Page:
Michigan Rejects Renewable Energy

Brian Hicks

Written By Brian Hicks

Posted June 28, 2012

From Michigan comes strange news—a movement actively opposing renewable energy policymaking.

Michigan’s 25×25 drive would clear the way for all energy providers in that state to either manufacture or buy at least 25 percent of their electricity from renewable sources, and they would have to meet this level by 2025. Sounds quite reasonable.

But a mixed group of business and government officials, the Clean Affordable Renewable Energy (CARE) for Michigan Coalition (now that’s a mouthful…) is dead against the drive. Their argument? I’m sure we’ve not heard this one before: it is too expensive for consumers.

Currently, energy operators in Michigan abide by a 2008 state ruling that asked all energy facilities to generate 10 percent of their electricity from renewable sources by 2015. However, Michigan’s actual renewable energy usage hovers around the 4 percent mark.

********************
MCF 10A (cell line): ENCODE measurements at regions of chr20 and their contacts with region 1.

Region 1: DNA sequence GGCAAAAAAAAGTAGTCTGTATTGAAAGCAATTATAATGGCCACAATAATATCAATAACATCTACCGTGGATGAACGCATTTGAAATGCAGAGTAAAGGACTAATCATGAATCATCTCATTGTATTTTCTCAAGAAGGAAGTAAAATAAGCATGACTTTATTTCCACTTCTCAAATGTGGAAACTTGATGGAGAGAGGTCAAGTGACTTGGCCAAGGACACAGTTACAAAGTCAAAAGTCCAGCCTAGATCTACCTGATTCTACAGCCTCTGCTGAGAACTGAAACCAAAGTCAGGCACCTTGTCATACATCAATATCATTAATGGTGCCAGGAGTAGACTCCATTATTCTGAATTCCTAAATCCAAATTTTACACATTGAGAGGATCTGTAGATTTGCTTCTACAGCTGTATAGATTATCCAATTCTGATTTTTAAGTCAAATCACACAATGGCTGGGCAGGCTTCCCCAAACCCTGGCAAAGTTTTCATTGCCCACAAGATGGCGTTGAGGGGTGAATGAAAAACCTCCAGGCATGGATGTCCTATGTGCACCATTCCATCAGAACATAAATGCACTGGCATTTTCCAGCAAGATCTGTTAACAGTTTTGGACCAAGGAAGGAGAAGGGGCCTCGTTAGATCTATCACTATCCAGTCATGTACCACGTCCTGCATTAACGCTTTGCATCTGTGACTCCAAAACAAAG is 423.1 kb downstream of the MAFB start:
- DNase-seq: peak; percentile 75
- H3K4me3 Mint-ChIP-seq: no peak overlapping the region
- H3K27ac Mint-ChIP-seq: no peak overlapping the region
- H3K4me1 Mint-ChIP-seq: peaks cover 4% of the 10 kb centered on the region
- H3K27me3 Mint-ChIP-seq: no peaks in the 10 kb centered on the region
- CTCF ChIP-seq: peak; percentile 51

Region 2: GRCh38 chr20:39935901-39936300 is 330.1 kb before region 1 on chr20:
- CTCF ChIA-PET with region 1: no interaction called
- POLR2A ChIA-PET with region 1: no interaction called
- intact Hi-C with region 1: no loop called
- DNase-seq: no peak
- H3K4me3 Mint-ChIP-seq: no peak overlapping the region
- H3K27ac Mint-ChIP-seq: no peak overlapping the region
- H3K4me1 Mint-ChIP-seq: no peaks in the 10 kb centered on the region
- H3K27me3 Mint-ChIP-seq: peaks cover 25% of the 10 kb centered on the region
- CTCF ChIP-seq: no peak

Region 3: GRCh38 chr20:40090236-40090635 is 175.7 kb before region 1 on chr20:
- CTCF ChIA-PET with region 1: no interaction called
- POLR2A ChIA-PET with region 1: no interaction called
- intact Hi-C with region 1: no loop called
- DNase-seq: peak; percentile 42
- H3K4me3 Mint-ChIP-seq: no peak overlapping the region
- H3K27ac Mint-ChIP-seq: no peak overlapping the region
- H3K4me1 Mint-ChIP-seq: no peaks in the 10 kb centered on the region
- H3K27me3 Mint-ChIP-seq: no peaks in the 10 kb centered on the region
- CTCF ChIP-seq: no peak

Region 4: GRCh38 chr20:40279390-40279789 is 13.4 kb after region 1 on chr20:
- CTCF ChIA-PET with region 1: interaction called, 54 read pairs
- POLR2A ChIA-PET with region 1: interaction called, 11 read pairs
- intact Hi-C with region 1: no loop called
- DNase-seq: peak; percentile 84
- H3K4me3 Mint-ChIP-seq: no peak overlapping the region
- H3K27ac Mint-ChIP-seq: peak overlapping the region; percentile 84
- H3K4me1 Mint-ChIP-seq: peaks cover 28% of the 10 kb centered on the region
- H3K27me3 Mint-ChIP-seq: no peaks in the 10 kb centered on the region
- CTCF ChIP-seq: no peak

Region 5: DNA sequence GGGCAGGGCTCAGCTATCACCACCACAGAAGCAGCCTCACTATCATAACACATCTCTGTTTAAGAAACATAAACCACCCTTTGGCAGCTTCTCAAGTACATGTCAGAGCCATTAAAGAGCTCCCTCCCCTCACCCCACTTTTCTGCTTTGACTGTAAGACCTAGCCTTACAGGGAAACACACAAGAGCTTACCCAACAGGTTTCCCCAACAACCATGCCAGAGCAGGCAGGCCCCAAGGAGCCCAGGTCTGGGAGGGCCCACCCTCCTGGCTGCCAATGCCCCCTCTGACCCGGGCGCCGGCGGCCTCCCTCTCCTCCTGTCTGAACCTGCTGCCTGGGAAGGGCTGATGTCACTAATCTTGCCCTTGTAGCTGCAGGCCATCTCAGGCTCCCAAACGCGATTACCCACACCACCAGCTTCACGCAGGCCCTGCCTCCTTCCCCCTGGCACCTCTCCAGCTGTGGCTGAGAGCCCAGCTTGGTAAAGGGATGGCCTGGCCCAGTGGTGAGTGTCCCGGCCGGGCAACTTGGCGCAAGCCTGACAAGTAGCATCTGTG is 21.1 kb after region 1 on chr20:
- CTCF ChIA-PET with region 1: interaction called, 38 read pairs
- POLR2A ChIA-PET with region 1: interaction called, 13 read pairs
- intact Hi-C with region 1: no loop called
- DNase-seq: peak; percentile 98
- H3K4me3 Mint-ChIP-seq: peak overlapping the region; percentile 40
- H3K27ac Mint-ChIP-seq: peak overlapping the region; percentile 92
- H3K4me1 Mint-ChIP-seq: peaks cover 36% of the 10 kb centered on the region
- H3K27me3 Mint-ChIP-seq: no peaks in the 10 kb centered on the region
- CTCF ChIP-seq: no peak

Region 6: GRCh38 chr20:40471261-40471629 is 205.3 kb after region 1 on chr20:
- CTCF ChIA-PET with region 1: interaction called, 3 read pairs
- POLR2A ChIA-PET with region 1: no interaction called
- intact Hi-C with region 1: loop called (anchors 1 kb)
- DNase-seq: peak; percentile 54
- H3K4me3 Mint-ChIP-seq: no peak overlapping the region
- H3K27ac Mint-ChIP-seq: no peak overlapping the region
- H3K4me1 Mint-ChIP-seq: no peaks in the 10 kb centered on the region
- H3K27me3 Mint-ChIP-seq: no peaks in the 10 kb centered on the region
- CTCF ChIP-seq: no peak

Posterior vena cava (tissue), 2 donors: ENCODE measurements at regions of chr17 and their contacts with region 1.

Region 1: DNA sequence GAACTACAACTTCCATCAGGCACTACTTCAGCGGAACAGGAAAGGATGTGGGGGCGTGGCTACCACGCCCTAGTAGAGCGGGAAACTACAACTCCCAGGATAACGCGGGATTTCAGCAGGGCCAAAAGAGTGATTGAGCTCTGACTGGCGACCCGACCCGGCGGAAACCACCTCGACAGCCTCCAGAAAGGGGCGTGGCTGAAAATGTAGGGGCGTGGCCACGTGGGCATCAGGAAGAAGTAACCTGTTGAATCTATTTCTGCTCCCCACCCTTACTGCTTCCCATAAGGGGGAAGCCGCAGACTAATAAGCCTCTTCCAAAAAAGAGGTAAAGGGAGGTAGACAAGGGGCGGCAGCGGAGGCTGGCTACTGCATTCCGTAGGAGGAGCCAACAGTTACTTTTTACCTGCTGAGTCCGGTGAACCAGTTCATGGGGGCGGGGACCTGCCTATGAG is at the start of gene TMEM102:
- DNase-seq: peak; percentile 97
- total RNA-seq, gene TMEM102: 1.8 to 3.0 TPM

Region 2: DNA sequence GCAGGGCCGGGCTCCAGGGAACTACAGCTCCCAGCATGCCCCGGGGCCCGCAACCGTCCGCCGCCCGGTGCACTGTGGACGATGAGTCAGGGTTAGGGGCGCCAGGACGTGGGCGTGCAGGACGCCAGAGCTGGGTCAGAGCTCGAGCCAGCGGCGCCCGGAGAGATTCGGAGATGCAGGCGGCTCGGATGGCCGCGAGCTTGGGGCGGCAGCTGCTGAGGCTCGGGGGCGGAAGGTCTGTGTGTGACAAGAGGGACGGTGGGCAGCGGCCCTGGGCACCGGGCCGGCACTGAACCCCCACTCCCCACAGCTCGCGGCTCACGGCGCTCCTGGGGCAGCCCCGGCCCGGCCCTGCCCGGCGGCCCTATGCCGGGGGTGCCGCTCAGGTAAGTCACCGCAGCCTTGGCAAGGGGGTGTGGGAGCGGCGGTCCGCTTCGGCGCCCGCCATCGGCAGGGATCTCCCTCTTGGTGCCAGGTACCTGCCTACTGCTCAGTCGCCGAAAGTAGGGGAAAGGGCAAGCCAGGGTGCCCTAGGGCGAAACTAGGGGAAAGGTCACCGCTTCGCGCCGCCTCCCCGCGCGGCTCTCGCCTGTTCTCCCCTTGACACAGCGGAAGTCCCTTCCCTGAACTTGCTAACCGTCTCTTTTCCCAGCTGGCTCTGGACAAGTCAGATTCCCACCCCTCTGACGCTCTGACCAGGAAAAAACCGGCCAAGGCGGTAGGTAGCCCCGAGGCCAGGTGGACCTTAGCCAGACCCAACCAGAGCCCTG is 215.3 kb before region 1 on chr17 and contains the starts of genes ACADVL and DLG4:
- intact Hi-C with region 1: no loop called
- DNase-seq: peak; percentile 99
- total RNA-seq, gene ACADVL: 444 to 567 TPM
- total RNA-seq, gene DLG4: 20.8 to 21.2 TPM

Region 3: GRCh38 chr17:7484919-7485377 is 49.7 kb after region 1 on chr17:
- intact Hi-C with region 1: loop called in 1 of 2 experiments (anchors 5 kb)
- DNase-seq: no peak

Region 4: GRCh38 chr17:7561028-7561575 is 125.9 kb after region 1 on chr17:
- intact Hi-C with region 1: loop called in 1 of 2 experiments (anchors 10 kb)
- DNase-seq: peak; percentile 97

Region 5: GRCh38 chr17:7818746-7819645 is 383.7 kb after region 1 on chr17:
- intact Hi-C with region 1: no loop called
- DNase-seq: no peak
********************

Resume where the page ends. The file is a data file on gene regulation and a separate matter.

The Coalition defends itself, saying it isn’t against raising this percentage.

From The Detroit News:

“We are not opposed to renewable energy.” said Megan Brown, a spokeswoman for the CARE for Michigan Coalition. “We are opposed to cementing it into the state’s constitution. It limits flexibility for the future.”

The counterpoint view comes from Clean Water Action, a D.C.-based group that strongly supports 25×25.

Jon Scott, spokesman for Clean Water Action, commented:

“The question we are gathering signatures for is pretty straightforward. It’s about creating jobs … and not depending on technology of a century ago, clean water and clean air. These are investments that pay for themselves very quickly.”

Utilities like Consumers Energy believe the measure is possible at an affordable rate. But Michigan has a long way to go to even satisfy current legislation. Maybe 25×25 will create the necessary movement.

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